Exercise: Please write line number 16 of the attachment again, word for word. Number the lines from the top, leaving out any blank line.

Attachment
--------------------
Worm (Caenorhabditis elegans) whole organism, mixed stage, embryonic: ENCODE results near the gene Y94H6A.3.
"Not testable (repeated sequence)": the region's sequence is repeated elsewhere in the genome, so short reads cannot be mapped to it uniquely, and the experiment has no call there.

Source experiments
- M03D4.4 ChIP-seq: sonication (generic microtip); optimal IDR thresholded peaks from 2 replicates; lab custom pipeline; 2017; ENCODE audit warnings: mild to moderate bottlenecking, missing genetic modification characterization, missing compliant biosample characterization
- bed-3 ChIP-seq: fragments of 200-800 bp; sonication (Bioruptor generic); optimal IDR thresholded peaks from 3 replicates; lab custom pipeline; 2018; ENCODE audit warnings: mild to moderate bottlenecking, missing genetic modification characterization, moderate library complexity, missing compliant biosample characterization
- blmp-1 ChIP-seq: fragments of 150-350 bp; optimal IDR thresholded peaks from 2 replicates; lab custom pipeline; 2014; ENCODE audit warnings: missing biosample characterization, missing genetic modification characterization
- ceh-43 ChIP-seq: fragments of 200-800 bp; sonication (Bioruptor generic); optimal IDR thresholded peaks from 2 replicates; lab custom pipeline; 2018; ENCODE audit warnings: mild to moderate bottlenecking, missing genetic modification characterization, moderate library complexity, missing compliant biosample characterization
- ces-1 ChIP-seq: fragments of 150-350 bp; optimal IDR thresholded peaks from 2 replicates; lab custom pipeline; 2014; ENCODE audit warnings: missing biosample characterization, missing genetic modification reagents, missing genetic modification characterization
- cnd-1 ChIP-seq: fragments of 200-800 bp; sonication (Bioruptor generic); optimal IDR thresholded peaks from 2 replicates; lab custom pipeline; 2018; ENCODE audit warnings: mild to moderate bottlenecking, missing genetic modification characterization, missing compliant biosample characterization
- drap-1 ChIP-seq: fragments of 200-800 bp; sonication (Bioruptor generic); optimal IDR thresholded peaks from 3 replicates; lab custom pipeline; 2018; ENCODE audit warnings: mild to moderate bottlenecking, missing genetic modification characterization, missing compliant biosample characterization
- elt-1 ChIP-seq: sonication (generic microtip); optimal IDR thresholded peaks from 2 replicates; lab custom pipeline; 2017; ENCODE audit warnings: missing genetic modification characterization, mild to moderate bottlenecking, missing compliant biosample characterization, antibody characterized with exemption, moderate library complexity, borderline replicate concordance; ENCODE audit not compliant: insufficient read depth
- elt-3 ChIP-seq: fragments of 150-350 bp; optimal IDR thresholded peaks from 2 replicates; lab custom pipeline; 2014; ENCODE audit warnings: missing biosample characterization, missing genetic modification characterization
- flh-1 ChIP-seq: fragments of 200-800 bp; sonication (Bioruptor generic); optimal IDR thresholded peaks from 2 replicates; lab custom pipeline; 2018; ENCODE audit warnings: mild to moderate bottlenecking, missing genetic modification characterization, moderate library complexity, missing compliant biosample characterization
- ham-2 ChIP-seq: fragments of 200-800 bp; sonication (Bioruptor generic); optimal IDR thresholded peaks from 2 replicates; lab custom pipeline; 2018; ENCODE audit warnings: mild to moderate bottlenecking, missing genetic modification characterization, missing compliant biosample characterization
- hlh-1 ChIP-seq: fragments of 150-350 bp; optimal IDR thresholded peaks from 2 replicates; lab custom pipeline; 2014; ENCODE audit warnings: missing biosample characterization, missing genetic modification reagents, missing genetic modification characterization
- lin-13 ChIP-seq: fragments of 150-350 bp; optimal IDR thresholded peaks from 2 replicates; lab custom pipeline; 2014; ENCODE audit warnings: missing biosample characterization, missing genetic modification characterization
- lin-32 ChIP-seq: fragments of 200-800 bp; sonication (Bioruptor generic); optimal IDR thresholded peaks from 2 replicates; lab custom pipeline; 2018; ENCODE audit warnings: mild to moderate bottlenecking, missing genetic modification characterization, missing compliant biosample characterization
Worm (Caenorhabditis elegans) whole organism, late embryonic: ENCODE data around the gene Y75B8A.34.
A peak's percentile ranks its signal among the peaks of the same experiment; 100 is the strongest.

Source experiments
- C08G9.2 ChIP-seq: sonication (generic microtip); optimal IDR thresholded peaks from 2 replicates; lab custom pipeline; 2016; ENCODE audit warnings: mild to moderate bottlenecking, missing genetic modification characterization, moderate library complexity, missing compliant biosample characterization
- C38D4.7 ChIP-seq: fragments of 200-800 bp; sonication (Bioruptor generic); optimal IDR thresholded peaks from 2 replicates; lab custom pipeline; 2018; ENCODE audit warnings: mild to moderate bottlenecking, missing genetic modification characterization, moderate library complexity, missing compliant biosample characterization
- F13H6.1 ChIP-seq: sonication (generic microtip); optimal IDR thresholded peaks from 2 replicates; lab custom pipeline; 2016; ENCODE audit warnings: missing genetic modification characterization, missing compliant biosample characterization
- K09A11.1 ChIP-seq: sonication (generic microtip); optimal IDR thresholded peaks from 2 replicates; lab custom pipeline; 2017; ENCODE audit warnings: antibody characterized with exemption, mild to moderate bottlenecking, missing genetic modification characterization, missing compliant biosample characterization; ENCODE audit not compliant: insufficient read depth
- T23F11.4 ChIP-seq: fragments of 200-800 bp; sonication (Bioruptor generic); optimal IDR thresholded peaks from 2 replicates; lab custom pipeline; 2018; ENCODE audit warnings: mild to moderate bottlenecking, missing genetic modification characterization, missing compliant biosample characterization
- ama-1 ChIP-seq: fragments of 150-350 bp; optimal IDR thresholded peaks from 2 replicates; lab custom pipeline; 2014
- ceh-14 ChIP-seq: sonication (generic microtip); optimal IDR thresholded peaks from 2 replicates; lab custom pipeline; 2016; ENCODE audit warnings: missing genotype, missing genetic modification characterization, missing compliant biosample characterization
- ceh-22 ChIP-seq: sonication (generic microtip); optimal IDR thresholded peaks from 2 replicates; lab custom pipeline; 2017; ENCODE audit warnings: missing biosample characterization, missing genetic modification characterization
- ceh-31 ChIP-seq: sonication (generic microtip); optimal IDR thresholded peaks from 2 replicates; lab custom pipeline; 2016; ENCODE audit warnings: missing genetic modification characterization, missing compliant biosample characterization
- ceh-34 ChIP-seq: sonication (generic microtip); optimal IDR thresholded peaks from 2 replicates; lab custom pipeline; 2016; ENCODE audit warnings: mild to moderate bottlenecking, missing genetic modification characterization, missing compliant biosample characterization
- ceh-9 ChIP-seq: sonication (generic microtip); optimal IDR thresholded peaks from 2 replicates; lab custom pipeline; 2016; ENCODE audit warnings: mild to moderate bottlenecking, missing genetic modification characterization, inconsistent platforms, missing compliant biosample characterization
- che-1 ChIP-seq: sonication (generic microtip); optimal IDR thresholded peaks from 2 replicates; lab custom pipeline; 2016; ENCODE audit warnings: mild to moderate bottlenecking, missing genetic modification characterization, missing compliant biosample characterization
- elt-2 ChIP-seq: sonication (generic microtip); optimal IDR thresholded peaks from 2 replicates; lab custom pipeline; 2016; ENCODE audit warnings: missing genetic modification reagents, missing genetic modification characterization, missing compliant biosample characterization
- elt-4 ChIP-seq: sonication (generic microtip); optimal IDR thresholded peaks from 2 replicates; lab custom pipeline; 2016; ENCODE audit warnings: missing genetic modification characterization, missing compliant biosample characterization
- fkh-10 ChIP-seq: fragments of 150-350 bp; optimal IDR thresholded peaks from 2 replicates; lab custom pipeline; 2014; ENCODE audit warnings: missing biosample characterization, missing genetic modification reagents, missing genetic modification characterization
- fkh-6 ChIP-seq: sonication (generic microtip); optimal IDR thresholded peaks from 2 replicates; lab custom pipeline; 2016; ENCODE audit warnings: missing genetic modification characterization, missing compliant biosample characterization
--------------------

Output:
- lin-13 ChIP-seq: fragments of 150-350 bp; optimal IDR thresholded peaks from 2 replicates; lab custom pipeline; 2014; ENCODE audit warnings: missing biosample characterization, missing genetic modification characterization